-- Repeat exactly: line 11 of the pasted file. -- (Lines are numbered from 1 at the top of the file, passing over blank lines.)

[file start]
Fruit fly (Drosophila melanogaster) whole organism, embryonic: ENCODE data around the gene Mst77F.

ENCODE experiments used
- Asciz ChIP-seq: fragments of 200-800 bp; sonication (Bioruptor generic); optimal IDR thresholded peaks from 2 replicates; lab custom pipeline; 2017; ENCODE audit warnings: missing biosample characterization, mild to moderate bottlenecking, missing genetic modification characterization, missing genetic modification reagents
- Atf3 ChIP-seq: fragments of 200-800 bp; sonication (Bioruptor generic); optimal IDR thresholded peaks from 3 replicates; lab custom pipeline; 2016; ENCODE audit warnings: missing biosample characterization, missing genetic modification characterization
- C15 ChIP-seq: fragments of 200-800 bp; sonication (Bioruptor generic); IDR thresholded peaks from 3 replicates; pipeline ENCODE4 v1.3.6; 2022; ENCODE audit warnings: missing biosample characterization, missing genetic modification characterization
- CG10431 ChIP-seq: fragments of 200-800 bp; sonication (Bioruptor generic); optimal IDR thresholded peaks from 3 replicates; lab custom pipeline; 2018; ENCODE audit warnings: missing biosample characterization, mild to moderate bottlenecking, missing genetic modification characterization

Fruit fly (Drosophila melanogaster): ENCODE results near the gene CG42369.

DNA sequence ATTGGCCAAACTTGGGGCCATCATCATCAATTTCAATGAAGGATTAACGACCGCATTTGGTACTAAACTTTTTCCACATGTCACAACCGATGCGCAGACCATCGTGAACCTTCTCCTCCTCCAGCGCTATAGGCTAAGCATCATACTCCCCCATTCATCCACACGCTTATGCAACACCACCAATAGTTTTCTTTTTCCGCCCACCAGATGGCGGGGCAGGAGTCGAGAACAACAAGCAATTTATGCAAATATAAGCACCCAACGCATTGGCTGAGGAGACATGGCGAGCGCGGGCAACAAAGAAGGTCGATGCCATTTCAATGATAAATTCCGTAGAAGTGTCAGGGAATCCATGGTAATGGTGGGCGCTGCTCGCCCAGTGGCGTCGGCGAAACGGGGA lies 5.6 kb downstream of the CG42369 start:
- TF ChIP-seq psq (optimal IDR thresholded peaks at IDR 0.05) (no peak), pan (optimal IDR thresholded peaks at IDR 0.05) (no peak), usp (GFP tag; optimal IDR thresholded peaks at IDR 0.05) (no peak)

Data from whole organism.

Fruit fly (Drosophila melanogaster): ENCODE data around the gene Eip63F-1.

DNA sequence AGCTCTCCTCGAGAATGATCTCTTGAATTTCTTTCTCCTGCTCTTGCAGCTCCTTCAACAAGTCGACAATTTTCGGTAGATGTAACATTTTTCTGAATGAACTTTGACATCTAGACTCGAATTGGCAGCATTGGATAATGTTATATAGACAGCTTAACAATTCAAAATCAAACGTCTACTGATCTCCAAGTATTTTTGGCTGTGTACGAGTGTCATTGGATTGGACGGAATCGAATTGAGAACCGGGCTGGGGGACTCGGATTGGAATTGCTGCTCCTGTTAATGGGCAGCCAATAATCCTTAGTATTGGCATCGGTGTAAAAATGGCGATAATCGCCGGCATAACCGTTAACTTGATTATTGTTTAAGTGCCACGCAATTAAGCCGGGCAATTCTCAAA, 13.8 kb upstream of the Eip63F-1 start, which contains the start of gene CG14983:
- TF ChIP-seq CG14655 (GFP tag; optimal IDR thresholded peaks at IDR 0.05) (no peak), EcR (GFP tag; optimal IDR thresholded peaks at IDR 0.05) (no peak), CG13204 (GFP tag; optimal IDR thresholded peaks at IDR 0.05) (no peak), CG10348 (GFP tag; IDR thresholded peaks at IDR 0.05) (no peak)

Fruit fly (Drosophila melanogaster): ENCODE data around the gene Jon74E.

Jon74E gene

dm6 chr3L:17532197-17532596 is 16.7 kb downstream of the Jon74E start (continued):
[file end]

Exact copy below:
Fruit fly (Drosophila melanogaster): ENCODE data around the gene Eip63F-1.